Photo Courtesy of Becky Peeling

The legend: On Feb. 24, a memorial service was held for friends and family of Gary “the Kid” Carter at Christ Fellowship Gardens Campus (top). Gary Carter is well-known for his 19-year Major League Baseball career, playing for the Montreal Expos and the New York Mets (left). Since Oct. 2009, the baseball Hall of Famer coached baseball at Palm Beach Atlantic University (right). Photo by Christina Cernik for the Beacon

THE LIFE OF GARY “

readmybeacon.com • The Beacon

February 27, 2012 • Page 5

Baseball team remembers Carter’s passion for the game

Christ Fellowship hosts service for friends and family of Hall of Famer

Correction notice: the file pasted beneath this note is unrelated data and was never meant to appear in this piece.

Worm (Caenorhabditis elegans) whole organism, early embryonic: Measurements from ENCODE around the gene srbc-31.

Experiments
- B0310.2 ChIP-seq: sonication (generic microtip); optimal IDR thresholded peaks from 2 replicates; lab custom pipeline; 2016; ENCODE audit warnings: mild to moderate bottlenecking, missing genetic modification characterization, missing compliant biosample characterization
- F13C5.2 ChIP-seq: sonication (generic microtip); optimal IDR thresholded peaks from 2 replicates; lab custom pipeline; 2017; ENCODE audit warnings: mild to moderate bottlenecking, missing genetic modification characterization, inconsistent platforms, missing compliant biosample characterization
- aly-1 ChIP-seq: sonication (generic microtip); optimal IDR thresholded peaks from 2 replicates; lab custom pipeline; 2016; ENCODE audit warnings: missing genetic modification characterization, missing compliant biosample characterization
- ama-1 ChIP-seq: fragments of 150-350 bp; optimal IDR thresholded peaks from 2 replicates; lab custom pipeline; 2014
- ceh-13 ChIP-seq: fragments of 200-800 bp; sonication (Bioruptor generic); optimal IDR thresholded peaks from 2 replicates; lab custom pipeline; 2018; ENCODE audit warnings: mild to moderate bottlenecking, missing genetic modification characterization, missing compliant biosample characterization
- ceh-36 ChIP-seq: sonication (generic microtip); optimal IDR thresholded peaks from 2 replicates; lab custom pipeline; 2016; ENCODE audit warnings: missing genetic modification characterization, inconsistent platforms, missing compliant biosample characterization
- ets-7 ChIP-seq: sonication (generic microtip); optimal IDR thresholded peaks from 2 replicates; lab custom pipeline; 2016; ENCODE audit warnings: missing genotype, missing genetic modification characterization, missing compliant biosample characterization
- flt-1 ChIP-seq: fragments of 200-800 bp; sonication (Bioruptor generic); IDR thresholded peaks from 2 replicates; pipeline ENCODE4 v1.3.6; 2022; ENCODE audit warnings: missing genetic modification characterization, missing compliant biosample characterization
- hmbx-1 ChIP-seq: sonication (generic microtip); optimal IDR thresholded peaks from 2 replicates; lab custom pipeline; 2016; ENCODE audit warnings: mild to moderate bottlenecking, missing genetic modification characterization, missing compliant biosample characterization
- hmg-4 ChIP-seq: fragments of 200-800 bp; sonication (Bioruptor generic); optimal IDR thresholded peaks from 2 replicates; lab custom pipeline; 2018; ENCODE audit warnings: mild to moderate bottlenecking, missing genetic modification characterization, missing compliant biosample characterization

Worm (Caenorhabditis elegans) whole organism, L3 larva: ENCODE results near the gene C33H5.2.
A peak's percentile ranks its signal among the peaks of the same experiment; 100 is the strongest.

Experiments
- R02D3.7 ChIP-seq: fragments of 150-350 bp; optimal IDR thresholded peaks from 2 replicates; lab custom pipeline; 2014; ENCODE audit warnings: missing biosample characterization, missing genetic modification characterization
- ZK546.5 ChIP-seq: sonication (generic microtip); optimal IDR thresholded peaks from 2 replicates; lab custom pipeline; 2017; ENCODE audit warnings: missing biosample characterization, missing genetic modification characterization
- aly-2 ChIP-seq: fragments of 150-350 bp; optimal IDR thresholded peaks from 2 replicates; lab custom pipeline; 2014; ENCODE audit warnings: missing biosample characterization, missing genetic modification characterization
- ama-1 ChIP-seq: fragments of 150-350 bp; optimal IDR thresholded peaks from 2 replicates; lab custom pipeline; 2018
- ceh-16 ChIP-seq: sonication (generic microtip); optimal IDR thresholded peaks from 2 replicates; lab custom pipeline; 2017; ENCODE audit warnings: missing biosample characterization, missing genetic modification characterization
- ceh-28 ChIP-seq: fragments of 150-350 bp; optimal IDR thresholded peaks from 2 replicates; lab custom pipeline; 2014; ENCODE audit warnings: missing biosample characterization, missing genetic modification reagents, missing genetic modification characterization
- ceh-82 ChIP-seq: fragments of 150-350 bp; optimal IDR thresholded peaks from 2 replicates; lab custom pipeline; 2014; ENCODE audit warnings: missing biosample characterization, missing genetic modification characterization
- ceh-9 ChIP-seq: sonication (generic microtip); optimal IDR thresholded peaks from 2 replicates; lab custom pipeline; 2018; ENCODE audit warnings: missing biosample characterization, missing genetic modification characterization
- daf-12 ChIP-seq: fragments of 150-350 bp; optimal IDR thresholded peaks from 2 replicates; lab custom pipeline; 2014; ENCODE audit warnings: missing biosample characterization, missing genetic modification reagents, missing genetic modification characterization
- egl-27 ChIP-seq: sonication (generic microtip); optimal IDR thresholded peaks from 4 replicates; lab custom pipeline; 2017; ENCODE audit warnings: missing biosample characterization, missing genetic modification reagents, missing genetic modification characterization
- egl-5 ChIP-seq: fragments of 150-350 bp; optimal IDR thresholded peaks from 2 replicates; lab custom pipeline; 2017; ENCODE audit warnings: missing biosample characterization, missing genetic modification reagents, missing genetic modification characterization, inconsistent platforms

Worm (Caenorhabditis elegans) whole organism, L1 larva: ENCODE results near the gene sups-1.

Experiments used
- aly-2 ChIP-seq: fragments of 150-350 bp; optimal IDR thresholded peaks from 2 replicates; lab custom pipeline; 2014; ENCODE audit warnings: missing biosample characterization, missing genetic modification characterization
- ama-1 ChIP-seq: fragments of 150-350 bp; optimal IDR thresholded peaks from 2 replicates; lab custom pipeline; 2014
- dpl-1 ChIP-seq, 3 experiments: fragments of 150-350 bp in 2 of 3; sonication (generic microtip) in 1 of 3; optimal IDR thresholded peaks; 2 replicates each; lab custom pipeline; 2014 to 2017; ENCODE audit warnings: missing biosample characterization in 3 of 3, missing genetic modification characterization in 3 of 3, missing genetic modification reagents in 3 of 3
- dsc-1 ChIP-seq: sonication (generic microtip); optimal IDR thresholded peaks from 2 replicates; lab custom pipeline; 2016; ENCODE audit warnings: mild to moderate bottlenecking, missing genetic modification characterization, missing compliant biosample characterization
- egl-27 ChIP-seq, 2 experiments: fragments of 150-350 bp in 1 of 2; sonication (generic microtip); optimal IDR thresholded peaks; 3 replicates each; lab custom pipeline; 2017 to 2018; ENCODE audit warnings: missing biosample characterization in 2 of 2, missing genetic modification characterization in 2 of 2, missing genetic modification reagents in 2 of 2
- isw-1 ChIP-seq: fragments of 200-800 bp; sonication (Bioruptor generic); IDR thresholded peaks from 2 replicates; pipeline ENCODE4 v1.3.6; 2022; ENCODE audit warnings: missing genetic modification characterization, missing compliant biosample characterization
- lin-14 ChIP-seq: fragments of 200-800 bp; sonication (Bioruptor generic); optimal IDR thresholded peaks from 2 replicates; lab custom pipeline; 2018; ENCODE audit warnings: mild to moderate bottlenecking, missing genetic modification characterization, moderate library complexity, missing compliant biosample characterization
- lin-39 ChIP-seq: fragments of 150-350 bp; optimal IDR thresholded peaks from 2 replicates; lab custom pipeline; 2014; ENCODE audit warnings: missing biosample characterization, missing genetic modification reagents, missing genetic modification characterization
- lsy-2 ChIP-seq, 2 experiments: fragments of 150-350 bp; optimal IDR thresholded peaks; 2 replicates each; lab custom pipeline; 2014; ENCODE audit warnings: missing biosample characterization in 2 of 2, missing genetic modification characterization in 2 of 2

Our performance was something he definitely would be proud of.” Carter’s diagnosis last spring pret was a very spe- cipitated the hiring of Bottenfield cial moment,” said as associate head coach. BottenKent Bottenfield, field had a 20-year friendship with associate head base- Carter from playing with the Monball coach at Palm Beach Atlantic treal Expos. The connection was University. “Some guys went to the made when he was called up from field and prayed, some stayed in the the minors and started pitching to dugout. Everyone did their own Carter in games they both started. “What Gary loved most was to little thing to honor Skip before the share the passion and joy for the game.” That was the atmosphere at game he had with other people,” Palm Beach Gardens High School Bottenfield said. “It was difficult on Feb. 21 before the Sailfish took coming in here (to PBA) at first, the field for their game against but I made it clear to the players that this was Skip’s program, not Florida Memorial University. The Sailfish honored their for- mine.” “He has definitely touched the mer skipper by having a moment of silence before the game, as well players here at PBA, that’s for as playing the very first pitch of sure,” said senior Travis Murray, a the game with only eight position catcher who transferred to PBA his junior year. “As a catchplayers, a tribute to his number eight “This season really er, he spent more time with me and offered tips jersey. and helped me improve “That was Lo- is for Skip.” in my position. I’ll cergan’s idea,” BottenLogan Thomas tainly cherish the memofield said, referring ries I had with him.” to senior pitcher “He wasn’t just an Logan Thomas. “He came up to me that day and incredible coach, he was an incredinitially wanted to do that through ible person,” Thomas said. “He the entire first inning. I thought taught us how to use baseball as a about it and I knew Skip wouldn’t platform for Christ, and highlight want us trailing going into the sec- our talents and bring it to Christ to ond inning, so we only did that with glorify him, not us.” According to Thomas, Carter’s the first pitch. It was a great tribute and I don’t think Skip would have professionalism rubbed off on the wanted it any other way.” team as well. “He taught us how to respect The team also debuted patches with the number eight and Carter’s everything, from baseball to life,” name on their left sleeve in honor Thomas said. “He used baseball as of their fallen coach. The Sailfish a platform for Christ, and he wantwill wear the patches the entire sea- ed us to do the same.” As for the rest of the season, son and will continue to have CartThomas feels it will be a special er’s jersey hanging in the dugout. “He’s part of the team,” Bot- one. “Later on in the schedule we play tenfield said. “This is his team, his players. He’ll always be remem- some tough teams,” Thomas said. “But as Skip and Coach taught us, bered among the guys.” “He brought a winning atmo- ‘don’t let up.’ That’s our motto.” “We’ve always said, ‘Lets play for sphere the day he came to PBA, something that never has been Skip, we’re going to play for Skip,’ here,” Thomas said. “He and but now it’s a reality,” Thomas said. Coach (Bottenfield) have taught “We actually took it to the field and us to never let up, that the game now it’s a reality. This season really is never over, and (Tuesday) was a is for Skip.” “We’re going to celebrate the life prime example of that.” The Sailfish cruised to a 13-1 victory on of an incredible man who just happened to be an incredible coach,” Tuesday night. “The game was kind of like a Bottenfield said. “He had an intribute to him,” said Mike Perkows- credible effect on these guys, and ki, a junior. “The first score defi- his legacy will continue and always nitely gave us that jump we wanted. be remembered among the team.”